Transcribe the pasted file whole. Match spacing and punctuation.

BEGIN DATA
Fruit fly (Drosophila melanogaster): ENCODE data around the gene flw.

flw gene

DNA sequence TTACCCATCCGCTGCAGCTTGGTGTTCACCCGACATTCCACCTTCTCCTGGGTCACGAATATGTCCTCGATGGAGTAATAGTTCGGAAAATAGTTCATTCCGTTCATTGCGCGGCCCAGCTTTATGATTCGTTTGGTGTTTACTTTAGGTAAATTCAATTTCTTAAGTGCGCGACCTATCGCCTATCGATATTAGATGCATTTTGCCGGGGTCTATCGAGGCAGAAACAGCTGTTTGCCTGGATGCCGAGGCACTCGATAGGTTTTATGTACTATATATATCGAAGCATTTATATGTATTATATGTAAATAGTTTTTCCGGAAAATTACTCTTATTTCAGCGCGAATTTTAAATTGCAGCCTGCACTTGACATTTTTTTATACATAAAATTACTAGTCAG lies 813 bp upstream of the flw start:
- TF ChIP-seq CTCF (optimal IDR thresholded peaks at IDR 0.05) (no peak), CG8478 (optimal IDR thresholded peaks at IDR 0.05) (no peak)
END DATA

Fruit fly (Drosophila melanogaster): ENCODE data around the gene flw.

flw gene

DNA sequence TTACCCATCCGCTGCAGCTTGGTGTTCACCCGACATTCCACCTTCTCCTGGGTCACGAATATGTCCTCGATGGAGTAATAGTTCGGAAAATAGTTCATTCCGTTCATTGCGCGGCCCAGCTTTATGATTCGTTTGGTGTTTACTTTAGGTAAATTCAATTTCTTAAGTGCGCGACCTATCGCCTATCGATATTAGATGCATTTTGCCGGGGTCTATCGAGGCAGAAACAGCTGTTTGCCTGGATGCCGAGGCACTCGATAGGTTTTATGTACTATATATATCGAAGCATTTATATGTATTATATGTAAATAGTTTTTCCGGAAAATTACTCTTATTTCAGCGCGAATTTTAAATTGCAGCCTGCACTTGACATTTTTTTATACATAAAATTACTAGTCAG lies 813 bp upstream of the flw start:
- TF ChIP-seq CTCF (optimal IDR thresholded peaks at IDR 0.05) (no peak), CG8478 (optimal IDR thresholded peaks at IDR 0.05) (no peak)